Zimmerman not guilty verdict sparks diverse opinions, protests throughout nation

| July 16, 2013

Frost Illustrated Staff Report

SANFORD, Fla.—The jury has spoken but the debate continues over the killing of Florida teen Trayvon Martin and the now successful legal claim of self-defense by neighborhood watch coordinator George Zimmerman, who fired the fatal shot that killed Martin the night of Feb. 26, 2012.

On July 13—more than a year after the shooting—a jury of six women found Zimmerman not guilty of a charge of second degree murder and not guilty of a last-minute considered charge of manslaughter.

But, the verdict in the racially-charged case, based largely on claims that Zimmerman—a “white” Hispanic”—had racially profiled the unarmed black teen who was traveling through a gated community on foot from a convenience store to his father’s house in the neighborhood, has not ended the uproar in the case. Proponents of the “stand your ground” law under which Zimmerman claimed he was justified in killing Martin after the teen allegedly attacked him during a confrontation have praised the verdict. Others, particularly in the African American community, are dismayed with Zimmerman’s acquittal despite evidence that points to Zimmerman initiating the conflict by following Martin after police instructed him not to do so. Peaceful protests have been organized throughout the nation calling the verdict and injustice.

In the wake of the verdict, which many had predicted would cause rioting and other violent civil unrest, President Barack Obama issued the following statement on the White House website (http://www.whitehouse.gov/the-press-office/2013/07/14/statement-president):

“The death of Trayvon Martin was a tragedy.  Not just for his family, or for any one community, but for America.  I know this case has elicited strong passions.  And in the wake of the verdict, I know those passions may be running even higher.  But we are a nation of laws, and a jury has spoken.  I now ask every American to respect the call for calm reflection from two parents who lost their young son.  And as we do, we should ask ourselves if we’re doing all we can to widen the circle of compassion and understanding in our own communities.  We should ask ourselves if we’re doing all we can to stem the tide of gun violence that claims too many lives across this country on a daily basis.  We should ask ourselves, as individuals and as a society, how we can prevent future tragedies like this.  As citizens, that’s a job for all of us.  That’s the way to honor Trayvon Martin.”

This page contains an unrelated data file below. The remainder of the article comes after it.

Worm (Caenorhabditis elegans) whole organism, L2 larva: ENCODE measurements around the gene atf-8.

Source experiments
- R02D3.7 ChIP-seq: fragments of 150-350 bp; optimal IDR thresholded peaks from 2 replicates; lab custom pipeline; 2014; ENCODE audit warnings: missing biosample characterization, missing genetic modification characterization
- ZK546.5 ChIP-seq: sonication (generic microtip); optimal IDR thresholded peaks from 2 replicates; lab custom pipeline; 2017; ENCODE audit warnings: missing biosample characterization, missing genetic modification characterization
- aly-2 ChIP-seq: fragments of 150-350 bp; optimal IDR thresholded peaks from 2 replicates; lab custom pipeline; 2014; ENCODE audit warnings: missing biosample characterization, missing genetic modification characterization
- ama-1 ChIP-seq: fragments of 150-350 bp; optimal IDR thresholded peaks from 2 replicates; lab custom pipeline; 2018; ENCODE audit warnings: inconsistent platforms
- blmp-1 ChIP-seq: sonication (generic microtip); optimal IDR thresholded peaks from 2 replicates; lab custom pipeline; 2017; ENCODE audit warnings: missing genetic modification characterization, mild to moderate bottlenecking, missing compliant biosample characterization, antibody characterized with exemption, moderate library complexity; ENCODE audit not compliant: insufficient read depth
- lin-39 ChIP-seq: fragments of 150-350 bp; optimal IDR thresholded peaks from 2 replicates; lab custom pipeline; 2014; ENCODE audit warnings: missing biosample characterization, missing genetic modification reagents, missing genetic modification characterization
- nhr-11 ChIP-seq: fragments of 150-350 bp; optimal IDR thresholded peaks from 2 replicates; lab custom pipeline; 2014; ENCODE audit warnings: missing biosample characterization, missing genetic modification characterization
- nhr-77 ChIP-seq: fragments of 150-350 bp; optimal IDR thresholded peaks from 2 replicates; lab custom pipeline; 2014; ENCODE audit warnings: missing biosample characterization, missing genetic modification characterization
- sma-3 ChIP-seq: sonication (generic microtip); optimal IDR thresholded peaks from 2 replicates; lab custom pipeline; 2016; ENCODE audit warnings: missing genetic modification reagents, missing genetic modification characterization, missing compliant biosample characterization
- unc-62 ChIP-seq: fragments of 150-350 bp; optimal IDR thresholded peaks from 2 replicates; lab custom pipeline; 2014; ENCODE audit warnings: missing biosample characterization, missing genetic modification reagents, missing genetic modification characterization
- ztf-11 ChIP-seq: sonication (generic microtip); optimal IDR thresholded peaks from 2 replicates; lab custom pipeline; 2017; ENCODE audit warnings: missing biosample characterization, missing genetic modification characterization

Locally, people were talking on the streets and in church on Sunday morning.

The Rev. Kenneth Christmon spoke during Sunday morning worship service at Turner Chapel AME Church about the need for this nation to stop avoiding the issue of racism, which goes against Christ’s teaching of love, compassion and brotherhood. Christmon said after hearing the Saturday evening verdict, he went out and bought a bag of Skittles and a can of Arizona Iced Tea—the items Martin had purchased at the convenience store just before he was killed. He said it was in remembrance of the tragic death of a young man and the tragedy of racial divide in this country.

The Rev. Dr. Terry Anderson, a well-known peace advocate, who delivered the Sunday morning message, said that there was a need in the nation for righteous anger at injustice in this country and that everyone should be motivated to follow Christ’s lead in fighting for justice on behalf of the disenfranchised in our society.

Community elder, Brother Omowale-Ketu Oladuwa said that when he first heard the verdict, a desire for revenge welled up in the pit of his stomach but he had to “spit out” that desire.

“We need healing, not revenge,” he said.

For more on the George Zimmerman verdict, see upcoming editions of Frost Illustrated.


This article originally appeared in the July 17 print edition.


Category: National

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Frost Illustrated is Fort Wayne's oldest weekly newspaper. Your Independent Voice in the Community, featuring news & views of African Americans since 1968.

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